Painting the Old Glory figures require persistence. Many of the rifles are at unfortunate angles and it is critical to remember to get a brush in those hard to reach places with primer (because your spray won’t get there) as well as your paint colors. I went with Vallejo Dark Prussian Blue for the basic shirt color, and then dry brushed with a mix of DPB and Vallejo Light Gray. The blue is very thick, so thinning is advised. The pants are painted Vallejo Light Blue-Grey, and the hat and leggings are painted Vallejo Beige-Brown and highlighted. I’ve gone to using Vallejo Neutral Grey for the metal parts of rifles, rather than gunmetal or something else. I think that works best for late 19th century firearms.
I’ve also acquired additional figures from OG that 1898 Miniaturas show no signs of producing. These include U.S. Marines, sailors and mounted cavalry. I’ve finished two of units of Marines. Not surprisingly, they very much resemble the volunteer figures. That’s kind of a OG model for completing their ranges. Honestly there aren’t a lot of differences–the cap replaces the broad-brimmed campaign hat, the shirts are wrong, I think. The sleeves would have been longer, though the figures do have a higher collar. Rifles are correct on the model as the Marines carried the unique bolt-action Lee Straight Pull Rifle.
I have tried to stick to my pledge of twelve figures per week and if you average things out, I”ve sort of done that.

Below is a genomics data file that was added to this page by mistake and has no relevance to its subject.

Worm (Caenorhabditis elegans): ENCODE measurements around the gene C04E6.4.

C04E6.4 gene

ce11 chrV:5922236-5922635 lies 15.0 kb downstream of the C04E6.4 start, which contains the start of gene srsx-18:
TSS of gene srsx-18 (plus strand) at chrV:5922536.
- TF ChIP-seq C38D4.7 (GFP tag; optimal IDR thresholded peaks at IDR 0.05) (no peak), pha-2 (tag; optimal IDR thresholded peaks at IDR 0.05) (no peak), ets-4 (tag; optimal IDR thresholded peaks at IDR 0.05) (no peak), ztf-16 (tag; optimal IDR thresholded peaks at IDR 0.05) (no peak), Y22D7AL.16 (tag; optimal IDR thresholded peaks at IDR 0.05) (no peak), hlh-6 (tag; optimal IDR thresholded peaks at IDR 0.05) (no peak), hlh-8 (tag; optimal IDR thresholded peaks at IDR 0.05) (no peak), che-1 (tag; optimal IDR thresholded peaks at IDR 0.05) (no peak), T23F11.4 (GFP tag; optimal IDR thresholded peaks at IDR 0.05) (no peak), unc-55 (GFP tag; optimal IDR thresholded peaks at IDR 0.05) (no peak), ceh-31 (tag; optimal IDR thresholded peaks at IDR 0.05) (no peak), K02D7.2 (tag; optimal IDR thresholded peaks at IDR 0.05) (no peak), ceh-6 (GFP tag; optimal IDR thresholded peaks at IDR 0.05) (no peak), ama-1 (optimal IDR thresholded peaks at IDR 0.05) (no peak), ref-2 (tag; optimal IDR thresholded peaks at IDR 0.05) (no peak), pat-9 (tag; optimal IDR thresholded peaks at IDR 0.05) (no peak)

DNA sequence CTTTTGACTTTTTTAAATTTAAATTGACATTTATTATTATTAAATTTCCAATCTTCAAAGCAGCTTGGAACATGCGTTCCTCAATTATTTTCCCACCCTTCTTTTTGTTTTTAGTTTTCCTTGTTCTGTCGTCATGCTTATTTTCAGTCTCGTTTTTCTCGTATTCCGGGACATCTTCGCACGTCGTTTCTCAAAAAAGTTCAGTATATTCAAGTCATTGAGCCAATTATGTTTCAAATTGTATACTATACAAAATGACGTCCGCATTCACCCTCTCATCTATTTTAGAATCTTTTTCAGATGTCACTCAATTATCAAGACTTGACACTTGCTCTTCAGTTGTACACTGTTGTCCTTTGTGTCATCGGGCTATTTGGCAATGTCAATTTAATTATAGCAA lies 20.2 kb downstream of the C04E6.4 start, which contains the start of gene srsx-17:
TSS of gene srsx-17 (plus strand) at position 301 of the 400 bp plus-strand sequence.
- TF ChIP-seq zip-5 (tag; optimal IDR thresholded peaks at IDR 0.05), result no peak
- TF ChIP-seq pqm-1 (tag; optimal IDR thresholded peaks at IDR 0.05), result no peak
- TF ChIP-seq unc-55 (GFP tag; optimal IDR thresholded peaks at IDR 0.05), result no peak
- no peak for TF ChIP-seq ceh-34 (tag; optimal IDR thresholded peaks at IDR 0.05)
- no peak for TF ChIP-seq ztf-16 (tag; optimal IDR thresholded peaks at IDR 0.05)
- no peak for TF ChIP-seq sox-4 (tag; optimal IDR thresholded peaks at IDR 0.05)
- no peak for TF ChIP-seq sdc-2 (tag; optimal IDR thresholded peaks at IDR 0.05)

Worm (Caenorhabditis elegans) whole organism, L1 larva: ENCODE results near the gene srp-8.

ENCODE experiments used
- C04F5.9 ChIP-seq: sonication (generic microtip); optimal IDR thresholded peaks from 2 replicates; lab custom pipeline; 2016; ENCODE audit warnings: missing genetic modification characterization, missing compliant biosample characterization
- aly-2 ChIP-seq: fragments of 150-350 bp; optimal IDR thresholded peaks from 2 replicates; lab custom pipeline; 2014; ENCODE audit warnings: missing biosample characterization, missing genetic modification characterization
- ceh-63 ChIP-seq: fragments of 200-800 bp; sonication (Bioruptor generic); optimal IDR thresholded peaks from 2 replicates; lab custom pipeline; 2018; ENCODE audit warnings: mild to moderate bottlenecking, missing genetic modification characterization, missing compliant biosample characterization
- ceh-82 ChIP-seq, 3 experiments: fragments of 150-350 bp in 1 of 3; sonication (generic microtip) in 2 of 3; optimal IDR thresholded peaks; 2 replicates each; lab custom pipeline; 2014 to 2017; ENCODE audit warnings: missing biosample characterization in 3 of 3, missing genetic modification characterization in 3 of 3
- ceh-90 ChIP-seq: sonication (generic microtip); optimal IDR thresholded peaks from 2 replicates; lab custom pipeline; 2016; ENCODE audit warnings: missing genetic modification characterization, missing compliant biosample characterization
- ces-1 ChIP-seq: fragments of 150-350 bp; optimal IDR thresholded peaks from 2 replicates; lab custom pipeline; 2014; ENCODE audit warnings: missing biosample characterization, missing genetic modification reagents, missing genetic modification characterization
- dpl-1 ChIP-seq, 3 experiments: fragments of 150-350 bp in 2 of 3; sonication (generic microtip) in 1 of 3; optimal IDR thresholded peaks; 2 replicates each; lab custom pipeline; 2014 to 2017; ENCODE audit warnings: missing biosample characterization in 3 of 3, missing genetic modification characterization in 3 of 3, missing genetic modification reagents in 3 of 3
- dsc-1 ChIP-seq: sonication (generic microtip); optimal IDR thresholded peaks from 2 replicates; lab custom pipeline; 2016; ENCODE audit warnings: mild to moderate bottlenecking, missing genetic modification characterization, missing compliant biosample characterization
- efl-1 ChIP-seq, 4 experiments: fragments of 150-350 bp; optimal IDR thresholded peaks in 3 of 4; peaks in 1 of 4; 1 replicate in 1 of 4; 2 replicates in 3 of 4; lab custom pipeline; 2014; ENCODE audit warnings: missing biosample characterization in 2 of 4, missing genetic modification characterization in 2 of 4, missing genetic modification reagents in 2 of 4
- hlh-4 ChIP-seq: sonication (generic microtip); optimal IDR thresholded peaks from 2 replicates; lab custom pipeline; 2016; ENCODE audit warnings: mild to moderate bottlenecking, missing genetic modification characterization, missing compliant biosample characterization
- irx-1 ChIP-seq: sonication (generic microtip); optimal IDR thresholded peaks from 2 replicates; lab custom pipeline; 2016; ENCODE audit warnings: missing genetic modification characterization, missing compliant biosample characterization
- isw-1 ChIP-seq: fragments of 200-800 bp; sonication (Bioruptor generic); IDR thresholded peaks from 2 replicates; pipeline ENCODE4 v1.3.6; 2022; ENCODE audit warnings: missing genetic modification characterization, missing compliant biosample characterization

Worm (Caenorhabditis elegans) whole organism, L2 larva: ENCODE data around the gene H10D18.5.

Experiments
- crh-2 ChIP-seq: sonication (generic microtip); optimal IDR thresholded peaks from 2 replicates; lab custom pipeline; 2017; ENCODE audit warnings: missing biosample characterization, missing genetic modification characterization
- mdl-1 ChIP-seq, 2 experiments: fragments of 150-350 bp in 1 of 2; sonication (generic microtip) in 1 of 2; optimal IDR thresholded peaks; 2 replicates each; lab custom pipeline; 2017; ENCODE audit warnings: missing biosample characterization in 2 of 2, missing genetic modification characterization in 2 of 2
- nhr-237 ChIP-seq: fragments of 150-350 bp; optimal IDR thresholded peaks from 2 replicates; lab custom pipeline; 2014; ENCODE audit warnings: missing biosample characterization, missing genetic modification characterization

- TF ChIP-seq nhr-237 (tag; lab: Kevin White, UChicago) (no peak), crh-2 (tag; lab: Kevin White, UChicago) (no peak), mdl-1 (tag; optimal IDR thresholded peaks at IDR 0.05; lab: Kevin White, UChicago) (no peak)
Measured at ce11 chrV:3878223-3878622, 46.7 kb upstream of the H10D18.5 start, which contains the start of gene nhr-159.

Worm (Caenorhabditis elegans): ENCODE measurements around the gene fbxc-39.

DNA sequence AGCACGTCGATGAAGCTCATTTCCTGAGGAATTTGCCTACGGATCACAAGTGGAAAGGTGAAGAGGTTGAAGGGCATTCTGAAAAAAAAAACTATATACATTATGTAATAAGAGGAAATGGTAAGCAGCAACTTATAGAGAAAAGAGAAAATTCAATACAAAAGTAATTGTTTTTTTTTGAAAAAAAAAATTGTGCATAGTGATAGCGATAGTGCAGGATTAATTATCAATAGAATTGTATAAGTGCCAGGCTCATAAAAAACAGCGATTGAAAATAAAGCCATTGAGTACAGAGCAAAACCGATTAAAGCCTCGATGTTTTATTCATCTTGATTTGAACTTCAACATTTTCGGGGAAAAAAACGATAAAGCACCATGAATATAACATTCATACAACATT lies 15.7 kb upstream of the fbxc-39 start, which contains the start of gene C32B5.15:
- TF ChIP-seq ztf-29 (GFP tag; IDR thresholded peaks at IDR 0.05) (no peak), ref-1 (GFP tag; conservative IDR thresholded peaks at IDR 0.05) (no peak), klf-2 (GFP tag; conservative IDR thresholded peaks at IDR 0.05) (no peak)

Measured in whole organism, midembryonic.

July 8th–12 OG Marines plus 8 buffalo of various manufactures. Remounted one unit of AWI for Rebels and Patriots (which doesn’t really count toward a painting goal.)
July 15th–Finished 5 West Wind buffalo-didn’t quite wrap up those twelve Marines I was working on. Did remount four American units and one British unit for Rebels and Patriots.
July 22nd–Finished 12 Marines and 8 buffalo from Monday Knight Productions.
So, 45 figures over three weeks, plus some remounting projects. I’ll take it. I’ve also started working on William Washington’s 3rd Continental Dragoons for Rebels and Patriots as well as the next round of volunteers for the Philippines.
Status of the Philippine American War project–Five completed American units, six completed Philippine units. About 35% of project complete not including terrain making.
If you’re on Facebook-and I know many of you are not.
I get it if you’re not as more Facebook stupid stuff is revealed every day. But there are some interesting miniature gaming groups on Facebook, including a Naval Miniatures group, an Air Miniatures group, and a Northwest Historical Miniature Gaming group.
This week David Sullivan created a Vintage Miniature Wargaming Rules Group that has just been hilarious to watch. All the rules that posters have shared. It’s been great. Only a couple of rules sets have been trashed and most are simply haloed by fond memories. Great job David. Here are some that I have shared. (Yes, I do actually own them, and lament the passing of many sets I once owned but no longer have.)